A bunion is a bony bump that forms at the base of the big toe. Bunions can be caused by medical conditions like arthritis or from frequent use of shoes that don’t fit properly. A bunion splint is one type of noninvasive bunion treatment method.

Early signs of a bunion can be pain along the inside of the foot when walking or wearing narrow shoes. Bunions can cause redness, tenderness, swelling, and chronic foot pain.

The bunion causes the big toe to begin to point toward the smaller toes. Bunions are more common in women than men. Wearing narrow-toed, high heeled shoes is a contributing cause for developing bunions.

Treatment for bunions begins with noninvasive methods like wearing orthotics and good-fitting, supportive shoes. A good shoe for bunions has a wide toe box and a supportive sole like a running shoe. A doctor may recommend a pain reliever like an over-the-counter non-steroidal anti-inflammatory drug.

Bunion splints are orthotic devices designed to help alleviate the pain and pressure caused by the bunion. Bunion splints strap to the foot and may cause gentle pressure on the big toe as it forces it in a more natural position.

Some bunion splints are made to be worn while walking. These have flexible sides to allow the foot to flex naturally with footsteps. Quality bunion splints have cushioned straps and padded areas to make wearing the splint as comfortable as possible.

A type of bunion orthotic called a bunion regulator is worn overnight. Bunion regulators gradually stretch the tendons and muscles of the foot to encourage the normal placement of the toe instead of the abnormal direction caused by the bunion.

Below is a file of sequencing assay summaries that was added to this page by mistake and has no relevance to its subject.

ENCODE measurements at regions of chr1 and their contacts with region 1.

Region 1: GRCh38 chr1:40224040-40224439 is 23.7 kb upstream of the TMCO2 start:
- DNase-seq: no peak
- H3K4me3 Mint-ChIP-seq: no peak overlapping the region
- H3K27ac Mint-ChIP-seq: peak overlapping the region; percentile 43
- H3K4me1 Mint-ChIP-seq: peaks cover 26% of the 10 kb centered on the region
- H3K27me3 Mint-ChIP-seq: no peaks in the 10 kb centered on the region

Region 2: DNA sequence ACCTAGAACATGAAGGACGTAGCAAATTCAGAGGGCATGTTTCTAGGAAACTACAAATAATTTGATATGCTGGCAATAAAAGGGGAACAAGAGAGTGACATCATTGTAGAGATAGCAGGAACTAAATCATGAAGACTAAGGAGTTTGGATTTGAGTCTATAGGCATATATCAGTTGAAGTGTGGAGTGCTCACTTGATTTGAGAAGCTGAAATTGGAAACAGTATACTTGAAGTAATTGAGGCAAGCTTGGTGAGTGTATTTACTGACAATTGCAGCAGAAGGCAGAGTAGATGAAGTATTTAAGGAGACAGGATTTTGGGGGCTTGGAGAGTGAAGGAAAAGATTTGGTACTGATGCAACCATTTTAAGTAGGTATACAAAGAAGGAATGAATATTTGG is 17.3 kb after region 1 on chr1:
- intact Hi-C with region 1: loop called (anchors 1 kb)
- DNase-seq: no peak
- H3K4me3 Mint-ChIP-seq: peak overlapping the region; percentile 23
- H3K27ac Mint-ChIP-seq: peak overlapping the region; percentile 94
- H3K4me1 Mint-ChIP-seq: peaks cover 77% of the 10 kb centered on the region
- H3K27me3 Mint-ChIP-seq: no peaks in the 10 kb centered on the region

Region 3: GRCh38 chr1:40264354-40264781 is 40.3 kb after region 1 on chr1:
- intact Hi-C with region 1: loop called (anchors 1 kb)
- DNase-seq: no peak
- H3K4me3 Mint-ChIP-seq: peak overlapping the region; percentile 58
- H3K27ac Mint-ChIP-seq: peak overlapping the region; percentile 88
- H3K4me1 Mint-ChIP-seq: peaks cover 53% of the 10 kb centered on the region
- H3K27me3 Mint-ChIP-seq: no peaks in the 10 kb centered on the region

A bunion brace may be worn inside shoes to give support and alleviate pressure on the bunion. Bunion braces typically cover more of the foot than bunion splints. Bunion braces fit snuggly around the big toe and the ball and top of the foot.

The physician may show the patient how to do some exercises for the foot. Stretching exercises for bunions can help reduce the pressure on the joint. A corticosteroid injection may be administered to reduce inflammation.

Surgery to correct the bunion may be necessary if bunion splints, other orthotics for bunions, and other noninvasive bunion treatments do not allow the person to function without pain from the bunion. The doctor may want to continue to try nonsurgical treatments unless the foot pain is unbearable or interferes with the patient’s life.

If surgery is performed, the physician may recommend a bunion orthotic for a period of time after surgery. A bunion orthotic or surgical boot can allow the foot to heal properly. People recovering from bunion surgery should follow the surgeons instructions to avoid possible complications like infection.